January 29, 2012
Last weekend I watched the 1984 fantasy film The Neverending Story. I remember being blown away when I saw it in the movie theater aged eight or nine, but this time, the adult me cringed at the special effects–the “luck dragon” looks like one of those enormous stuffed toys you win at a fun fair–and found the story silly, a hodgepodge of quest myths with a dash of Rudolf Steiner thrown in.
But one thing about the film did interest me: the design of the Ivory Tower, the palace of the Childlike Empress. (Yes, that’s the character’s name. Or title? Not sure.) Rising from its rocky carapace, it looks like a crystal held in a human hand, or the pistil of a flower.
As the hero approaches the palace, its form comes into clearer focus: it’s a flower. The pinnacle of the tower is the stigma at the top of the pistil, and filaments wave below it.
Flowers have long been associated with female sexuality in art and literature (see: Shakespeare’s Ophelia, Georgia O’Keeffe), and in case viewers have any doubts about the symbolism, a scene with the Childlike Empress in her virginal boudoir drives it home.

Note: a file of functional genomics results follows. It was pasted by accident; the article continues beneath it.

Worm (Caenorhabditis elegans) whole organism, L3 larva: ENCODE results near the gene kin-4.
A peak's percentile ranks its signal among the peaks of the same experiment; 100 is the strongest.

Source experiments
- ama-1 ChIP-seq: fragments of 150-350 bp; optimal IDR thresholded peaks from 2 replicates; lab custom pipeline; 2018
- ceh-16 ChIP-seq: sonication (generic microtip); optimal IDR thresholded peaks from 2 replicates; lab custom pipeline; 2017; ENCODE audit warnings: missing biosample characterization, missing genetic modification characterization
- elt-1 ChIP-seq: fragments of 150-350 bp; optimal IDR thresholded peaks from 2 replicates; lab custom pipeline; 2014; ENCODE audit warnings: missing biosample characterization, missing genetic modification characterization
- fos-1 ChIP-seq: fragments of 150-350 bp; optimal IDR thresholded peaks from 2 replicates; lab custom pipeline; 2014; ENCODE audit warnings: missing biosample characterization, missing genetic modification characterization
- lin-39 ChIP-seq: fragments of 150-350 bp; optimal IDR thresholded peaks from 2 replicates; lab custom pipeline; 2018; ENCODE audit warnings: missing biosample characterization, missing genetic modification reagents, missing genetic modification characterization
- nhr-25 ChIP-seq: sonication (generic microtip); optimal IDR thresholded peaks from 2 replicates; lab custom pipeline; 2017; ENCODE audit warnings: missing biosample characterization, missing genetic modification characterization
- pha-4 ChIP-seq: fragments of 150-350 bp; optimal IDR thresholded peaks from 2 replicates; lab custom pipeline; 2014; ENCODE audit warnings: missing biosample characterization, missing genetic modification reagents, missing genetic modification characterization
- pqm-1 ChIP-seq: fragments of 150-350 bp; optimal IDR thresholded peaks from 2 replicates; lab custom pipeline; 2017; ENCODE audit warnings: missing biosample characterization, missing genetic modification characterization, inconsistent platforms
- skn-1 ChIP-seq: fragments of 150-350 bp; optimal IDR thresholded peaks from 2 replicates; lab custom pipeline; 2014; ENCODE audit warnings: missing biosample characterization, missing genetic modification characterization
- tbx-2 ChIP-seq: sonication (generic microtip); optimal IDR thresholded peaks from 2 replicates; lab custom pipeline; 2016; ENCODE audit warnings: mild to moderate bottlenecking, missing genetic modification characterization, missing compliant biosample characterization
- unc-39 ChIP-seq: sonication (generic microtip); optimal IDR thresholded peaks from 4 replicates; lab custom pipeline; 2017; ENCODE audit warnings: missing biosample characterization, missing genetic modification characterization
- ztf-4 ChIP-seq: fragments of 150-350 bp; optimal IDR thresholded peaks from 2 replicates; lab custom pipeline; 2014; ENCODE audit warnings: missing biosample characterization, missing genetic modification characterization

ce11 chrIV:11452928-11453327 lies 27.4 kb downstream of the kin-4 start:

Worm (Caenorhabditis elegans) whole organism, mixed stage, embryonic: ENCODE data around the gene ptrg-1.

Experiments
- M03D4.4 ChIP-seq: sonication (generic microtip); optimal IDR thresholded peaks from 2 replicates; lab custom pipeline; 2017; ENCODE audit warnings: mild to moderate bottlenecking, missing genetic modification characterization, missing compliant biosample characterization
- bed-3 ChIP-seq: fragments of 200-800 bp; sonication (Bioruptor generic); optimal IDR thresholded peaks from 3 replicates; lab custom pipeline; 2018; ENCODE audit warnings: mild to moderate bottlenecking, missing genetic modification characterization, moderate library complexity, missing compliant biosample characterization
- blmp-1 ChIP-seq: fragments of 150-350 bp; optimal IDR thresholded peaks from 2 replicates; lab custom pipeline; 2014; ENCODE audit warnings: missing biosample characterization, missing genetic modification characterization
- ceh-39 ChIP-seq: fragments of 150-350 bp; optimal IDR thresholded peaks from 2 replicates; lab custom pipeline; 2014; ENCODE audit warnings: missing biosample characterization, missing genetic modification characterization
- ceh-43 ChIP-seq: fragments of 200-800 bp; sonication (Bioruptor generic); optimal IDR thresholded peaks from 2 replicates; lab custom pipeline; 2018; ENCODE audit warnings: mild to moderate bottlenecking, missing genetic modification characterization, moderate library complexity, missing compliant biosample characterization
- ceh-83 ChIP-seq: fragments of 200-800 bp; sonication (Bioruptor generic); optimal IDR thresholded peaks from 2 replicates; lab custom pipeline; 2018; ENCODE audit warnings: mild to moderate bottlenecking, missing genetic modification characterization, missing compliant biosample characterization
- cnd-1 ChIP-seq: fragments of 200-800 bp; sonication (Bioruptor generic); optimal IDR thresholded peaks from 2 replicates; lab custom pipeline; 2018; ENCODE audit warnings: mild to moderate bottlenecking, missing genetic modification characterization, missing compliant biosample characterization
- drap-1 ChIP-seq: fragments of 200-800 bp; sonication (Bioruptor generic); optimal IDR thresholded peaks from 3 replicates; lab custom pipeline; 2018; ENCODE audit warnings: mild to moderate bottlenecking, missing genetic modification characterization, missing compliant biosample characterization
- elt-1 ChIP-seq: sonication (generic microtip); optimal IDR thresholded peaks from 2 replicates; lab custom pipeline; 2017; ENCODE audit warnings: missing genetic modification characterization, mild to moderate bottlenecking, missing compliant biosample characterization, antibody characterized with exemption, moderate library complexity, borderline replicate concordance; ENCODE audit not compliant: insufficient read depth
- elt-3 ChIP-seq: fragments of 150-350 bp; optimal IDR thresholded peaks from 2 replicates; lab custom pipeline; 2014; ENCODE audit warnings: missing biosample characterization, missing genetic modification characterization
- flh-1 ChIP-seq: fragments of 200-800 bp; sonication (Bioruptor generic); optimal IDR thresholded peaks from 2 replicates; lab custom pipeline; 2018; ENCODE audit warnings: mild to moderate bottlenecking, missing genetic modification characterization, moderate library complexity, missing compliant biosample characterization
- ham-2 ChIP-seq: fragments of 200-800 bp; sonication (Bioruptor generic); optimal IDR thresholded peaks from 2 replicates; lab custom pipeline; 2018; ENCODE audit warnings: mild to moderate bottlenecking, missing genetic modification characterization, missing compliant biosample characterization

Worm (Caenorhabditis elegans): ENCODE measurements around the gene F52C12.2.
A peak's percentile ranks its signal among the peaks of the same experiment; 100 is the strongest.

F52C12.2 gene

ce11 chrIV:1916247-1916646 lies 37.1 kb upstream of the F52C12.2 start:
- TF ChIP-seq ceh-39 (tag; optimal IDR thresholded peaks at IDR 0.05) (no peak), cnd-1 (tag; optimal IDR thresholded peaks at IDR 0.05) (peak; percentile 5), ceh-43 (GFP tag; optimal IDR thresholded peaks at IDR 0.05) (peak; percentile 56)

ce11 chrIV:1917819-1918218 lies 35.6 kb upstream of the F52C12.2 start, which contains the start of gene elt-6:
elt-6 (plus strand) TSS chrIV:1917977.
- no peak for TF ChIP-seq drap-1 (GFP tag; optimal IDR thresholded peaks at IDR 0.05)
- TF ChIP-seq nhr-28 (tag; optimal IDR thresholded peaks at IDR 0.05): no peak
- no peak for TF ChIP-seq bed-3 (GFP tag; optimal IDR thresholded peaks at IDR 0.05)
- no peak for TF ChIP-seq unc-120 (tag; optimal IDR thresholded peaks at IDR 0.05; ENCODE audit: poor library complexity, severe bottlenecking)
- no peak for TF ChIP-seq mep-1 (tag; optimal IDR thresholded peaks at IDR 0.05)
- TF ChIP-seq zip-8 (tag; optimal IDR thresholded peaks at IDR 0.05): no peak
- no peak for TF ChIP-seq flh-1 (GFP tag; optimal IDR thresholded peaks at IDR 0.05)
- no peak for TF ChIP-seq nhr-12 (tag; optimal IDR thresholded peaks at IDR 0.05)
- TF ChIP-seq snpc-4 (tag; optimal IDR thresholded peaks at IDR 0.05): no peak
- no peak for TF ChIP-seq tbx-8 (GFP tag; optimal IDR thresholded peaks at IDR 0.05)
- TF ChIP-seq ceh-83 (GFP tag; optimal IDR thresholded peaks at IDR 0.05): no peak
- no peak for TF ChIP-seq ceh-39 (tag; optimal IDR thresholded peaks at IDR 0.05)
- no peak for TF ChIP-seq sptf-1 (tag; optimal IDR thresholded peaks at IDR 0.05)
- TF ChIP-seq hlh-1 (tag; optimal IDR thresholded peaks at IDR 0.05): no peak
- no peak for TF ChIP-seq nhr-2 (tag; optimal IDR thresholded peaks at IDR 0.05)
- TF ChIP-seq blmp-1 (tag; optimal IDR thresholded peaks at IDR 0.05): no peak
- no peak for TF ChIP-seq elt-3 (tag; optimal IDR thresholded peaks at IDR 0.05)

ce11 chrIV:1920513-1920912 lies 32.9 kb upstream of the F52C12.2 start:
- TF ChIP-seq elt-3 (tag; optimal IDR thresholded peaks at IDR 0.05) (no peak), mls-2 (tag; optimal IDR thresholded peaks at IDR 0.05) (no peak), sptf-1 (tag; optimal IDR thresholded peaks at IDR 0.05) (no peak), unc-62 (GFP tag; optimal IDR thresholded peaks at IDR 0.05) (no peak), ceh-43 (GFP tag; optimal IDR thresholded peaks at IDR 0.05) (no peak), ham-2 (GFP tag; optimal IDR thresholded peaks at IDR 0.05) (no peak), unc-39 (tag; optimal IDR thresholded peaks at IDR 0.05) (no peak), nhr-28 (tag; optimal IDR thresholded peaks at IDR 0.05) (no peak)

Even fantasy buildings usually have real-world precedents, and I wondered what the Ivory Tower’s might be. Organic architecture seemed like the first place to look, but it’s too ground-hugging. There’s a passing resemblance to Seattle’s Space Needle–but that’s about it.
Which real buildings are gleaming white, blank-walled, and reach for the heavens?
These icy, tall-spired fortresses–which, as critic Christopher Hawthorne has observed, often exhibit the same “grandiose if tight-lipped late Modernist style”–are the most obvious source of inspiration for Wolfgang Petersen’s fairytale castle. The grandiosity is all there, but the lines have been softened. The severe architectural style of a patriarchal denomination has been…feminized. By Hollywood.
What would Joseph Smith say?
Neverending Story images: Fanpop; San Diego temple: Skycam San Diego; Washington temple: ldschurchtemples.com.